These two types of spending are very different. Nobody used cash to buy, say, a car. Cash would be used for other things. But now I have cash in the bank and I am scared of withdrawing it [because the government is keeping close tabs on expenditure]. So I will issue a cheque to buy a car. As a result, my pattern of spending will change very dramatically.

Do you see signs of a change in the pattern of spending?
It is this factor that is partly behind the huge surge in the sale of cars and two-wheelers.

Is this good for the economy in the long run?
It all depends whether it is a one-off thing. If it is, then it is just a blip that wouldn’t do anything sustained for the economy. If I am taking money away from lifestyle expenditure [going to a restaurant for instance], which is of an ongoing nature, then this type of change in the pattern of spending will actually have a negative effect. This is because the multiplier on ongoing expenditure is much higher than it is on a one-off spend.

(Photo credit: AFP).

Has the decision to sell demonetisation and GST as anti-tax measures stigmatised business people?
Yes, and I think it has affected the small ones more.

When you say small ones, whom do you include in this category?
The non-corporate sector has been stigmatised, particularly the trading community.

Yes, members of the trading community throw a counter – how can politicians who use black money to finance their elections gun for us?
It is going to cause them a problem as their ability to fund elections has also got impaired.

Why would politicians, particularly those in the ruling party, bother – they have corporate fat cats to bankroll them?
Earlier, small businesspeople used to have a particular political voice because they could fund politicians. But now that they don’t have the funds, their voice is getting silenced. It is the big guys whose voice dominates. That is something to fear.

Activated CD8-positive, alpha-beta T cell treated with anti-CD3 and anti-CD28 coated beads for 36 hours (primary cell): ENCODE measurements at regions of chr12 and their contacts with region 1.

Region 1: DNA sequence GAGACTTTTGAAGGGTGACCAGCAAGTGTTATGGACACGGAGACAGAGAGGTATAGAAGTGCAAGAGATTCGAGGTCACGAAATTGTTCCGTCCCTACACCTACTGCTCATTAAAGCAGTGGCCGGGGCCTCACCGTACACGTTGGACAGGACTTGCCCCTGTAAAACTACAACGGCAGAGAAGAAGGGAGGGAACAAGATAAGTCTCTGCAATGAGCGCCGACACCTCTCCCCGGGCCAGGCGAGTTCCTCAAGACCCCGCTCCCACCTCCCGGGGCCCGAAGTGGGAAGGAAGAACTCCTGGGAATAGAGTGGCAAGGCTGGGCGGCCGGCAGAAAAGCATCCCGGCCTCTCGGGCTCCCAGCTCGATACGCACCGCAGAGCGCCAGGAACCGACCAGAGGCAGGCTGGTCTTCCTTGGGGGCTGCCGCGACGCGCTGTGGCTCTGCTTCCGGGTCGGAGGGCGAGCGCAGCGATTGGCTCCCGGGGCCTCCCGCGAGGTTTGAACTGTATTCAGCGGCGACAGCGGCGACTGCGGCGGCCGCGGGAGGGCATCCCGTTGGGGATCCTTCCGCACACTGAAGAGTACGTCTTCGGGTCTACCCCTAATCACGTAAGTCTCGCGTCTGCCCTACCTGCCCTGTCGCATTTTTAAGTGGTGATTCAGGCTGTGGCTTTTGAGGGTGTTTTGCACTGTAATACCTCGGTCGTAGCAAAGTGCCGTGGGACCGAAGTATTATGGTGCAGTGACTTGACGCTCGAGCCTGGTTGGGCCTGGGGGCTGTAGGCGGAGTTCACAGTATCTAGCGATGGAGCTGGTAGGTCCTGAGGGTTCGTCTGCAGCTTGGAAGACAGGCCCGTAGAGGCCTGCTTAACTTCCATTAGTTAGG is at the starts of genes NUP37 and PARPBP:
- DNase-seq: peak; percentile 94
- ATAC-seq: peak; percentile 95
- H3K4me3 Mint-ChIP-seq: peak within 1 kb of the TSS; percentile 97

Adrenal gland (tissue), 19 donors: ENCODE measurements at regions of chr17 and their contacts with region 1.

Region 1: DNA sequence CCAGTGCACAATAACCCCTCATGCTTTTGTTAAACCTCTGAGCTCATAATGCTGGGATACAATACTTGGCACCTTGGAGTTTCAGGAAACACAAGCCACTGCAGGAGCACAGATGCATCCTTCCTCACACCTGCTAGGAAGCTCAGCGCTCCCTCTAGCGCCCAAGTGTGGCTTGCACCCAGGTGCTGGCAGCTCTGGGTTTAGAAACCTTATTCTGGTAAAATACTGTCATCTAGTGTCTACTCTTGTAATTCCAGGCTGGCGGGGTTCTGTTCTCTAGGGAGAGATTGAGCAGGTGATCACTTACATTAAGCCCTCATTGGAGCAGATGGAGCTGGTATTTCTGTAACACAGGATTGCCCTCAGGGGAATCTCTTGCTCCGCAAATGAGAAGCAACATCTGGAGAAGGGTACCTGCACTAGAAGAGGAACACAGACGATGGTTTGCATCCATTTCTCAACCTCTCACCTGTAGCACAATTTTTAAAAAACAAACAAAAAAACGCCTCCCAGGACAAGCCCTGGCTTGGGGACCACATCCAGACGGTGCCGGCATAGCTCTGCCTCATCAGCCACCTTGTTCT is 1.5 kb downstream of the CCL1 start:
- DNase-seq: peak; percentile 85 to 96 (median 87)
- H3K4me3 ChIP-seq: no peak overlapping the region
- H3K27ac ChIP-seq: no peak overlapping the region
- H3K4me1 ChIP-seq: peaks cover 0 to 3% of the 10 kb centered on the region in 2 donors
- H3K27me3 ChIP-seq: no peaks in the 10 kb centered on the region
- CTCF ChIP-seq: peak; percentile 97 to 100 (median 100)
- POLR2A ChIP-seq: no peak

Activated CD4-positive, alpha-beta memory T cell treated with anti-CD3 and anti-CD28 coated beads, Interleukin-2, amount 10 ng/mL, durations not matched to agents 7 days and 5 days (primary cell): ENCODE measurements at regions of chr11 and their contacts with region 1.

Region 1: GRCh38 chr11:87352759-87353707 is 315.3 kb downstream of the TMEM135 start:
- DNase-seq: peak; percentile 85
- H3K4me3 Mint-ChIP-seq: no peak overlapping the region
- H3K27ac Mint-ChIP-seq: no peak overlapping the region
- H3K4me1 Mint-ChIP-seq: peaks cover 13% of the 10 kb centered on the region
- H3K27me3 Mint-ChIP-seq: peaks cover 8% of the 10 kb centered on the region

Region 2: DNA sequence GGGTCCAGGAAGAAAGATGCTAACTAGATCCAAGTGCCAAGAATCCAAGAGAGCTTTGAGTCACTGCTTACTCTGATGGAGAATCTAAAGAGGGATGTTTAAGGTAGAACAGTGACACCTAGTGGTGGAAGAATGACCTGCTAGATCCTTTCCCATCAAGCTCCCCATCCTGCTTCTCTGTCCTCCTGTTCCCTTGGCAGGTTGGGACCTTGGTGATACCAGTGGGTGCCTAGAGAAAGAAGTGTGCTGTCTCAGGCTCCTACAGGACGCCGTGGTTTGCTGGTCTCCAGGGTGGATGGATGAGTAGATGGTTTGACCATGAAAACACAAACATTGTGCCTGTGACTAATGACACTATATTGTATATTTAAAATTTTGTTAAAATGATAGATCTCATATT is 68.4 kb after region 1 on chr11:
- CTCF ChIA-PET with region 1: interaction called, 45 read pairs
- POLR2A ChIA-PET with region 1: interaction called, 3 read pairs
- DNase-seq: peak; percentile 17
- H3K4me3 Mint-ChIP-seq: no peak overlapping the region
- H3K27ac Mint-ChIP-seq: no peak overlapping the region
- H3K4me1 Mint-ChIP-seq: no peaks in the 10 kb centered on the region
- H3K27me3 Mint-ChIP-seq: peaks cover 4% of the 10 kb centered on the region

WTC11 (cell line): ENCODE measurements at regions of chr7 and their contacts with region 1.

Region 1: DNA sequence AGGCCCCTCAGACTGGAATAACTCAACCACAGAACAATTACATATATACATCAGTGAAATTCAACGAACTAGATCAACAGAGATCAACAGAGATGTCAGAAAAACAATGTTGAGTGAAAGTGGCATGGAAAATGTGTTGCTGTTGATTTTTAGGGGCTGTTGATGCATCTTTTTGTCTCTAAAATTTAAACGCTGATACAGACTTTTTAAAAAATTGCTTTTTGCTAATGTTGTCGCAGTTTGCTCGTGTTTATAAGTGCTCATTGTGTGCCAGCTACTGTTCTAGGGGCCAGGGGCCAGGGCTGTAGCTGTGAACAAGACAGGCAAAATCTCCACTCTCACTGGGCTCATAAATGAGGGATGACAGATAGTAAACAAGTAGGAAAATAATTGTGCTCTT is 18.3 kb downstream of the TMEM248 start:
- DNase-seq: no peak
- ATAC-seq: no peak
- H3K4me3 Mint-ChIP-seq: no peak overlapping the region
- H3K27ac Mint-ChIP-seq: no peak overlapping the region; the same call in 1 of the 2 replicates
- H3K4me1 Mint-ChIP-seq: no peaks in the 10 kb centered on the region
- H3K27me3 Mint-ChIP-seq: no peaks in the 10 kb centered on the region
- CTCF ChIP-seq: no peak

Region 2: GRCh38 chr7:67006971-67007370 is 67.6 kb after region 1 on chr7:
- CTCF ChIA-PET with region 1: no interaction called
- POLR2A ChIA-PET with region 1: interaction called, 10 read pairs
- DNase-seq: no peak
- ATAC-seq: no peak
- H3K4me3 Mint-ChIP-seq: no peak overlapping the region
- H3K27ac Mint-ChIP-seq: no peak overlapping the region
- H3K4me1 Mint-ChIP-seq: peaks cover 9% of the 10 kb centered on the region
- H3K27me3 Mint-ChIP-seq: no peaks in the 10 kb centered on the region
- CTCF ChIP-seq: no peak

We need to fear because the entire economic policy discourse will shift from small enterprises to large entities.

I suppose it means shifting to, say, the model represented by the United States.

Many business people I spoke to say they are going to be extremely conservative in their economic decisions, and that they won’t expand or diversify until 2019. They say that a government that can implement demonetisation and GST in quick succession can do just about anything.
I can understand their saying that they will be very, very cautious with their plans. This is because the demand base of the MSME [Micro, Small and Medium Enterprises] sector has been affected. This is the sector that caters to Bharat, not to you and me, not to India. If Bharat is hurting – we know there is rural distress and there is unemployment in the lower strata – then so is the MSME’s essential client base. These are the people who are not competing with Hindustan Lever, Godrej or whoever, for your spend and mine. But the guys who spend on their products don’t have the money. That is why small enterprises are scaling down their operations, their expectations. I, therefore, do not think it necessarily has to do with the apprehension of what the government will do next.